Twelve’s Transformational Mission: Obsoleting Fossil Fuels

Twelve’s tagline, “a world made from air,” seems quite incredible at face value.  The average person may not realize that gaseous components of air, like CO2 and H2O molecules, contain the ingredients required for hydrocarbons, namely carbon and hydrogen. Twelve, however, has managed to develop some special technology that finally makes it possible to take CO2 and H2O, run them through an efficient electrolysis process, and get CO and H, which can be blended to create synthetic hydrocarbons that are exact substitutes for kerosene and naptha, which until now, have been produced from oil that has been extracted from the ground.

We all know that burning oil, coal or gas and releasing CO2 emissions is what is causing our atmosphere to warm. With every gallon of gasoline burned, we’re releasing 2.7 times that volumetric amount in pollution, most of which converts to gas that is invisible to the eye but which traps solar radiation and warms up in the atmosphere.

Twelve’s technology, however, utilizes CO2 that is “captured” rather than released into the atmosphere, and it blends that with hydrogen extracted from water using an electrochemical process powered by clean energy, to create a carbon-neutral high-octane fuel that is chemical identical to kerosene, also called Jet A.  Twelve’s sustainable aviation fuel (SAF), which it calls E-Jet, can be substituted as a way to enable the aviation industry to achieve carbon-neutrality between now and 2050.

The key for Twelve, which uses a “power-to-liquid” pathway to create its carbon-neutral E-Jet, is to be able to power this production without releasing more carbon dioxide in the process. To do so, Twelve needs to have access to abundant, always-on, affordable and clean energy. Which explains why Twelve opted to build its first production plant not in California, where the power mix is primarily natural gas, but in Washington State, where Twelve can get access to hydropower. 

With that source of energy, Twelve’s fuel, once deliveries begin later this year, can help reduce aviation emissions by as much as 90%. In the future, Twelve’s growing E-Jet production business will benefit from being able to cost-reduce by being sited near sources of supply for its E-Jet, captured CO2 and airports where its customers refuel. We suspect that, in the future, being able to site a small advanced nuclear power plant near where Twelve’s factories want to be, could give them yet another competitive advantage.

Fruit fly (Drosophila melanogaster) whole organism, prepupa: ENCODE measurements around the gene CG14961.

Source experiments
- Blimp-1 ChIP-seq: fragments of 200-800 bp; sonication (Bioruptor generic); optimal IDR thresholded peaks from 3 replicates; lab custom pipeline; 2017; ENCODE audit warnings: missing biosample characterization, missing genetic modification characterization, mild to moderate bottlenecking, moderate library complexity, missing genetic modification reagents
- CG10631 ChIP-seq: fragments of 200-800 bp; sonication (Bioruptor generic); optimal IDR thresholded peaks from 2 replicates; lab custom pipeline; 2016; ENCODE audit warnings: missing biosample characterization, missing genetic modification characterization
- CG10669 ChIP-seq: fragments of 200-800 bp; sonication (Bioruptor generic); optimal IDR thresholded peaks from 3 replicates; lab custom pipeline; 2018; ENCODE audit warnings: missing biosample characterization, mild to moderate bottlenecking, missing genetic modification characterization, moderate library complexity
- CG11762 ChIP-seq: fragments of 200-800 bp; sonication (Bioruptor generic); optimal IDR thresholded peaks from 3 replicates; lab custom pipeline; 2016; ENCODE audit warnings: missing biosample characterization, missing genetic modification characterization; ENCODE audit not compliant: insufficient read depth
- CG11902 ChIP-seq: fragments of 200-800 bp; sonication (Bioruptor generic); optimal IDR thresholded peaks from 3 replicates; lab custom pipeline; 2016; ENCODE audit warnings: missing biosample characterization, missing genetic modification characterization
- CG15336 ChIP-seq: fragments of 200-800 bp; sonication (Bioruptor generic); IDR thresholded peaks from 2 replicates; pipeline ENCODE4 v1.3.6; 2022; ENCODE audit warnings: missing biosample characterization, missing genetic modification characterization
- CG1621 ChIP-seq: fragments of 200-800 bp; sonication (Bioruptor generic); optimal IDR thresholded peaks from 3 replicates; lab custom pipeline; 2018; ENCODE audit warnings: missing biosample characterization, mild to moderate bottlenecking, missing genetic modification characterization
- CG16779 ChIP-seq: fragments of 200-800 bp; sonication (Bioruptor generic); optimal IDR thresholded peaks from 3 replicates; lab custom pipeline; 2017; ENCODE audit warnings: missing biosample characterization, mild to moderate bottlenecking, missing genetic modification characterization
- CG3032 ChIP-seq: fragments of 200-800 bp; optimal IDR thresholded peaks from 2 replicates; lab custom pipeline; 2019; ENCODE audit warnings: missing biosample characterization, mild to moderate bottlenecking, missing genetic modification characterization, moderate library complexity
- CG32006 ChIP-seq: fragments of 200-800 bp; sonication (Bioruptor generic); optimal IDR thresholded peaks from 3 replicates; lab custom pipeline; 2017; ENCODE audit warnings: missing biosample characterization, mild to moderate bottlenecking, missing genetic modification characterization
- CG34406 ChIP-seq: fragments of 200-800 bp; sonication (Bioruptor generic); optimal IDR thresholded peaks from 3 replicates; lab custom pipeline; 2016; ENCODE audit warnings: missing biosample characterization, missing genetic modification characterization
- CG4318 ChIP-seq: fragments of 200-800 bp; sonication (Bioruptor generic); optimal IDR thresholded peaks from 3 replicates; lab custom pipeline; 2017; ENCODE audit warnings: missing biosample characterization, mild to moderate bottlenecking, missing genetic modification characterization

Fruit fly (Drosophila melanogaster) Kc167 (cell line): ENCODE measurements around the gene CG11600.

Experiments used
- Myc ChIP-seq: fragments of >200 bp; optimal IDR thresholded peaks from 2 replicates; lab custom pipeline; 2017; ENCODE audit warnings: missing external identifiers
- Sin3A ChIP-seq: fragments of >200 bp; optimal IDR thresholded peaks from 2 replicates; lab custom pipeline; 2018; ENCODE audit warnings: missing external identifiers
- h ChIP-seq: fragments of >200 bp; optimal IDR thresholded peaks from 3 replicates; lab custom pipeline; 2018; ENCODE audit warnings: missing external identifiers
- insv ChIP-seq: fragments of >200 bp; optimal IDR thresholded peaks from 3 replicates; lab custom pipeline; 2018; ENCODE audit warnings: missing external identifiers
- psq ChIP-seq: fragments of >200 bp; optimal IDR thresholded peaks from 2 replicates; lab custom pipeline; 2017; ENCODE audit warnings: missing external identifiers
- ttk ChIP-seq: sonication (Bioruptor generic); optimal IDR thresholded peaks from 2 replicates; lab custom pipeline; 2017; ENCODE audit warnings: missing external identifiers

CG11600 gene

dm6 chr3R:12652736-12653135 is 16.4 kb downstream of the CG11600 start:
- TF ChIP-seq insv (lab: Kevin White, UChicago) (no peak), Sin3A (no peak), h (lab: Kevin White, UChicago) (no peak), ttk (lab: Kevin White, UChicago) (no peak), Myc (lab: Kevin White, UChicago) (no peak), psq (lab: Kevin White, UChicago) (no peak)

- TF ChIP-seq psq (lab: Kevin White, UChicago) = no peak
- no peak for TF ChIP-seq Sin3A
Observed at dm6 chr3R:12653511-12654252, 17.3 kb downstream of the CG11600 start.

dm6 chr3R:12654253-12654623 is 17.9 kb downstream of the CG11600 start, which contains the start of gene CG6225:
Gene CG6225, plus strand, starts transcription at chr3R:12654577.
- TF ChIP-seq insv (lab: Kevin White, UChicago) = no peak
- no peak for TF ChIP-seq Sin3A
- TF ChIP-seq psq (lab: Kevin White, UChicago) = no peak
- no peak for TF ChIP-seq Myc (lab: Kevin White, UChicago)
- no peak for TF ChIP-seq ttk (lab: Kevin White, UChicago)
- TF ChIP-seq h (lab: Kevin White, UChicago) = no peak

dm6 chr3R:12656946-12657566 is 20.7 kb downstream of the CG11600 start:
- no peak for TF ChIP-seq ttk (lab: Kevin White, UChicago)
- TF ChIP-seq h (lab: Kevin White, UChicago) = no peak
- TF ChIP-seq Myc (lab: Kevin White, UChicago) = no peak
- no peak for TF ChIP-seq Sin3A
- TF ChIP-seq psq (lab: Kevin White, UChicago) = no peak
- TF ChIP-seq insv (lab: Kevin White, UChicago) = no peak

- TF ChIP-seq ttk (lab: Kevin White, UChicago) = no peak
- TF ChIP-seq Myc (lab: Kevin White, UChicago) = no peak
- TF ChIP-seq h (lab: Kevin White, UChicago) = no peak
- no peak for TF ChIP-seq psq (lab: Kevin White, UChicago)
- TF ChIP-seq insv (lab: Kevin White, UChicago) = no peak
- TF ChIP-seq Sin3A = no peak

Meanwhile, the airline industry’s projected demand for SAF far exceeds all known production from all sources, so in the short term, Twelve is able to sell its E-Jet fuel at a premium, while also qualifying for a myriad of local, state and federal incentives aimed at helping businesses like Twelve scale up production capabilities in combination with non-dilutive grants and sales of Scope 3 carbon credits.

Twelve’s current Series C financing is providing it with the capital it needs to finish manufacturing its initial stock of reactors and complete the construction of its first commercial-scale fuel production plant in Washington State, where Twelve has a firm contract for hydropower sufficient to meet its production needs for now. Twelve is on track to begin this production and begin delivering initial quantities of E-Jet to Alaska Airlines for use on its flights later this year.

Nucleation is thrilled to have co-invested in Twelve’s Series C round together with DCVC, Capricorn (Jeff Skoll), TPG (private equity), Pulse Fund and join many other investors, which include Microsoft, Shopify, Alaska Airlines and the US Air Force. In 2023, Twelve was name one of the Climate Tech Companies to Watch by the MIT Technology Review and was featured in this Bloomberg Green article, Microsoft-Backed Clean Jet Fuel Startup Fires Up New CO2 Converter, a Bloomberg Originals Episode: Dusk or Dawn and other press.

In addition to SAFs, Twelve’s reactors can produce a range of carbon-neutral synthetic hydrocarbons, especially e-naphtha, that can be sold into other markets as clean ingredients to enable consumer product companies to make a wide array of carbon-neutral manufactured plastics items, reducing their carbon footprint by over 90%. Twelve has already successfully tested their use through partnerships with Mercedes-Benz (for use in car parts), Procter and Gamble (ingredients for Tide) and Pangaia (for the world’s first CO2-made sunglass lenses, in a production run that sold out in under two hours).

Soon after we invested, Twelve was in London to jointly announce a 10+ year, 1 billion liter off-take agreement with the International Airlines Group (IAG), the world’s largest publicly traded airline group, which was immediately recognized as the “SAF deal of the year.” Twelve’s deliveries under that contract will help decarbonize five European airlines, which include British Airways, Iberia and Aer Lingus, potentially as soon as 2025. This delivery contract is a testament both to the level of demand and to customer confidence in Twelve and its final product. It also signals that funding development of future decarbonization technologies can fundamentally transform our energy future and begin to reduce our reliance on fossil fuels.

Leave a Reply